Taronga Zoo wharf – fifties

This is pretty cool. It was taken by Papa at the Taronga Zoo ferry wharf back in the early fifties. I was thinking early morning (because isn’t fishing best in the morning??). The guys in suits I thought were catching the ferry into the City or to North Sydney to work but they’re holding fishing rods and then there are some guys in suits sitting fishing. So then I was thinking that maybe they were fishing on their way to work but then you wouldn’t lug dead fish about all day would you so maybe it’s the afternoon after work. Or maybe they just go fishing in suits.

Taronga-Zoo-wharf-early-fifties-front-web

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18 thoughts on “Taronga Zoo wharf – fifties

  1. I think the boy with the crossed legs really makes this picture. He also makes me wonder if this is a weekend picture. Wouldn’t he be in school otherwise? Or maybe school’s out for the summer…or winter…or however it works over there.

    • It didn’t have a bright middle of the day look about it so I think morning or evening – although hmmm, thinking – if they were going home from work they wouldn’t be on that wharf because there’s only the zoo there and houses so they’re goers not arrivers.

        • Well I’m no fisherwoman so I have no idea about the fishy factor involved. I did go fishing sometimes with my father on holidays and he never wore a suit.

          • Neither did mine. He wore a suit to work every day, took it off when he got home, and wore polyester or corduroy on his off-hours.

            What with the price of dry cleaning, and my mother having to iron his shirts, she would have killed him if he’d gone fishing (even if he didn’t catch anything, which was most of the time) in his suits.

            I know people dressed a lot more formally back then, but fishing in a suit is so odd. At least loosen the tie and take off the jacket!

  2. Men dressed more formally back in the day. My father used to wear a jacket and hat whenever he went “into town,” though not always a tie. It looks like some of the men are tie-less, the way their collars are stuck out. Dad also grouses that “back when I was young” men didn’t have the money to spend on different outfits. He had his work uniform, which he kept at the repair garage where he was employed. (I guess they had a laundry service—I seldom saw my mother wash Dad’s grease- and oil-stained clothes with the family’s.) Then there was the clothes he wore to and from work, a pair of khakis, always pressed, a sports jacket and a short-sleeve shirt. Sometimes he wore a hat, though he lost it so often that after awhile he didn’t bother. But he also had his fishing clothes, which were a pair of old work pants with a ragged flannel shirt or sweatshirt, depending on the season. Given how he used to wipe his bait knife on his sleeve or pants, it was probably a good thing he had a separate outfit to fish in.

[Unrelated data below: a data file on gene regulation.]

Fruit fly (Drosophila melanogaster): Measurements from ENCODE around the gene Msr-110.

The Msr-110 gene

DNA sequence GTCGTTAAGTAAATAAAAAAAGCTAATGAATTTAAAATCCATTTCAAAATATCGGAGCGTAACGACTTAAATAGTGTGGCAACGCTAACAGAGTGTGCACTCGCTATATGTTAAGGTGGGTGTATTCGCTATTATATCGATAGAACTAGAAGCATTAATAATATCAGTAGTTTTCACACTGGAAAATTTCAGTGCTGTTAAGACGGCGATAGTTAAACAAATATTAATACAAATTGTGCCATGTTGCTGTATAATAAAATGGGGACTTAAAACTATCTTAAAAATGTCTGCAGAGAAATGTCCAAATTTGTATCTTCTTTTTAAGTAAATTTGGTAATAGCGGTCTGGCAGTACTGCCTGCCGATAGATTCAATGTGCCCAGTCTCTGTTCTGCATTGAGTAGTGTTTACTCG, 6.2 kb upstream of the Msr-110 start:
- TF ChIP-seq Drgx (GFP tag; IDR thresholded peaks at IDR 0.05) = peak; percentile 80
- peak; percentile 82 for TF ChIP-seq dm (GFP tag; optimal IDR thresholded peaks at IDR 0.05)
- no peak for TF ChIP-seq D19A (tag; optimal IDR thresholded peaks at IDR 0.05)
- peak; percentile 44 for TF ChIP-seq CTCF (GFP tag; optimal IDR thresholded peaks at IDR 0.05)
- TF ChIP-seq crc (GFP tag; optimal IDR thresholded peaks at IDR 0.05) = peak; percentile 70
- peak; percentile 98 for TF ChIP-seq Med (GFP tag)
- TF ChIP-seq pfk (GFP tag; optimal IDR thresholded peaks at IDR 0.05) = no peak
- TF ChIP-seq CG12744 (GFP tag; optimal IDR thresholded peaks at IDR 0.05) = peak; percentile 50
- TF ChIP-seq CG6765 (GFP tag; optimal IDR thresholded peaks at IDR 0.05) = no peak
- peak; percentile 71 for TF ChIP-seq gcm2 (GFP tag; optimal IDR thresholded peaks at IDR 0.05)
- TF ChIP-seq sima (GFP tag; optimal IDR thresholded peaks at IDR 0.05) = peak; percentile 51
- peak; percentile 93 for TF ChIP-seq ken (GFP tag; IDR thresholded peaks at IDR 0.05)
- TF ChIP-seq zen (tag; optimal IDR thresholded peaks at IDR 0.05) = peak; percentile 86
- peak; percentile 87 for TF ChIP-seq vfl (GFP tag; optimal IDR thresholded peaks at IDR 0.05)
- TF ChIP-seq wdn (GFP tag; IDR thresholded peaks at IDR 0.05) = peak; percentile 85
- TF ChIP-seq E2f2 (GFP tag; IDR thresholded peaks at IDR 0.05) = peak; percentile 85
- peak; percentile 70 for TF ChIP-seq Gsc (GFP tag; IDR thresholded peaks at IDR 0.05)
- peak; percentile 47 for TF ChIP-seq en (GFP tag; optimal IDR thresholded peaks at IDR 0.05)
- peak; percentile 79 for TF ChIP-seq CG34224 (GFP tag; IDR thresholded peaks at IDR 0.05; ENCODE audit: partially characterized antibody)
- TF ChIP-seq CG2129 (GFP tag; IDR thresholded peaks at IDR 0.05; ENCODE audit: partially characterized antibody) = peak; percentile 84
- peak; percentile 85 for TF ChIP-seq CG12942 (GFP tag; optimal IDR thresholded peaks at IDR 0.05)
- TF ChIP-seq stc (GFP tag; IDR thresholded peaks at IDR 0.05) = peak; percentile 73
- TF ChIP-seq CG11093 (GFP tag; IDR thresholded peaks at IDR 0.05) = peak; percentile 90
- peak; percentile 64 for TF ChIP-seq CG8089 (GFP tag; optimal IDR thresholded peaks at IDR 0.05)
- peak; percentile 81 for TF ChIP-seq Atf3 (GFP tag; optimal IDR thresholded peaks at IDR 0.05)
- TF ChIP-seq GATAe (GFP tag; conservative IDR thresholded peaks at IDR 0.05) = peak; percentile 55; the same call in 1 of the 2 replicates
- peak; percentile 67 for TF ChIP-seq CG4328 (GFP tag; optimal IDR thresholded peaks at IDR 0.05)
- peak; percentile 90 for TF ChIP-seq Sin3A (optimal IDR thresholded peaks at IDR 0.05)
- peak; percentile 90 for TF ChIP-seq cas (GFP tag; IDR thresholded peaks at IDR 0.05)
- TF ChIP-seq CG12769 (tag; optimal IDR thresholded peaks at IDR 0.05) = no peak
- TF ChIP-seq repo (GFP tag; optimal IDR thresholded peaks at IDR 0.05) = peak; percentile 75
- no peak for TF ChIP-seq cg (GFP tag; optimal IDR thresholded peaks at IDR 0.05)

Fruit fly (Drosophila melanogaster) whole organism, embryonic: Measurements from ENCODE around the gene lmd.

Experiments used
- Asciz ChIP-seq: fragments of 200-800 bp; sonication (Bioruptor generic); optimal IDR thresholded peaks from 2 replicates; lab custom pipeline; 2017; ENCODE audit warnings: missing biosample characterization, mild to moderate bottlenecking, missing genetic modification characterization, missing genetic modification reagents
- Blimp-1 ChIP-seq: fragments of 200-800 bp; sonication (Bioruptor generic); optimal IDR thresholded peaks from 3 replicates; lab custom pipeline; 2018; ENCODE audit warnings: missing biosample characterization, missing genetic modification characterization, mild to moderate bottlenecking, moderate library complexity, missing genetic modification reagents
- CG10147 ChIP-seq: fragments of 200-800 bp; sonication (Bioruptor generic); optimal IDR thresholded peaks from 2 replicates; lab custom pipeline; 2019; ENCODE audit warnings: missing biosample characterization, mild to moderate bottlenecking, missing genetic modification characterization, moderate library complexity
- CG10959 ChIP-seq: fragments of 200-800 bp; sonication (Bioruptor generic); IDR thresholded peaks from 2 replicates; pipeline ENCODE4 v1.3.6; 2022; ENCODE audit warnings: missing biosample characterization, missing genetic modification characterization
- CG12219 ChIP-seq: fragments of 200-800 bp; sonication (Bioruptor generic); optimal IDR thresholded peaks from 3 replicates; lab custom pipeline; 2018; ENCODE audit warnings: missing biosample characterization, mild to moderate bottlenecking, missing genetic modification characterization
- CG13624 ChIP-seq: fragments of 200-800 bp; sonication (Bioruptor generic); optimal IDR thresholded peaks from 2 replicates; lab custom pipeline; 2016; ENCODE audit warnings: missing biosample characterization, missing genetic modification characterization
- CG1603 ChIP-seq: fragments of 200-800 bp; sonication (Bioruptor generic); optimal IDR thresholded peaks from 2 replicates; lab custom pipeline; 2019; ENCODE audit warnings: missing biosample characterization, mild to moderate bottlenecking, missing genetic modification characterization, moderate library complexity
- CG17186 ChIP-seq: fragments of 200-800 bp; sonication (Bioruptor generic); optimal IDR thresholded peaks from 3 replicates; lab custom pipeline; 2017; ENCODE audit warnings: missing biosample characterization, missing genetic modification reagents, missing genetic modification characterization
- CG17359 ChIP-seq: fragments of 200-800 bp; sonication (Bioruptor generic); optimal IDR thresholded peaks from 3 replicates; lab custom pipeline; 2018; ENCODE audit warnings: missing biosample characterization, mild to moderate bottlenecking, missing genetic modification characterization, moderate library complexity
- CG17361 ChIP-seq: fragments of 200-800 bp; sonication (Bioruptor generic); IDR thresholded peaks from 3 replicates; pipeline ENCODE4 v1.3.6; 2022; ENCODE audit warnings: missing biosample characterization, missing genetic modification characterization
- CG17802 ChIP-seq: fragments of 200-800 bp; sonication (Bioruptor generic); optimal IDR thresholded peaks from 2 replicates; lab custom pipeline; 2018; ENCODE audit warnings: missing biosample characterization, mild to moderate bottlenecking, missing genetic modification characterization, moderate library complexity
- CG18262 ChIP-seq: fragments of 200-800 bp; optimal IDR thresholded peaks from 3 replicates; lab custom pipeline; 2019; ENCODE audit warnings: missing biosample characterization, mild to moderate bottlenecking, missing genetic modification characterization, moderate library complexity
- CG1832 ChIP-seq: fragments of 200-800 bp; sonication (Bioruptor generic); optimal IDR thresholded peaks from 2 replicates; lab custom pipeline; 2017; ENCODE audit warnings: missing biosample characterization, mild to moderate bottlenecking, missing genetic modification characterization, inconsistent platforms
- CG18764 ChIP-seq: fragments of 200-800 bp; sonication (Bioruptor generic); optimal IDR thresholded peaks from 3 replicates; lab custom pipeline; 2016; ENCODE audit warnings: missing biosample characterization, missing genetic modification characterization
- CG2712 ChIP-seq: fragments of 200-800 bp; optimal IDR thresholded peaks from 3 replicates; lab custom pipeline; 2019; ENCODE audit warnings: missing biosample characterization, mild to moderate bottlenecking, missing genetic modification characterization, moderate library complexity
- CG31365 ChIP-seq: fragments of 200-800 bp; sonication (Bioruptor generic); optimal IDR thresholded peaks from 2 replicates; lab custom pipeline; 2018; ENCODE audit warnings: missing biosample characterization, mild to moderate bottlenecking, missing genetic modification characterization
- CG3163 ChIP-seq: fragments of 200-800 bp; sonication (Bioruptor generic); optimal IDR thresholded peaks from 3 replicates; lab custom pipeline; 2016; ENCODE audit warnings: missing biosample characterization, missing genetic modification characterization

• I love how people dressed then. I have these funny photos of my grandmother and some other ladies in Papua New Guinea and they’re all in frocks, gloves and hats and they’re stanging with a group of tribal women who are topless – it always makes me wonder what they each thought of the other.

  3. Or … they put their suits and hats on and told their wives they had to run “to the office” for something – and went fishing instead, lol.

    Just because you fish doesn’t necessarily mean you keep what you catch, so there’d really be no need to lug fish around all day. Catch-and-release, or give the fish away at the destination.

    • Lol, well I thought something like that but I thought maybe it was taken earlier – during the depression and they were supposed to be out finding work but went fishing instead.

      Did people do that back then I wonder – let fish go. Mind you I wouldn’t like to eat anything caught in Sydney Harbour these days.

    • Maybe they didn’t intend to catch anything — it was just an excuse to get outdoors and hang with their friends.

      Still, my father always wore old clothes while fishing… but that wasn’t off a pier either. Standing next to a stream, you get wet.

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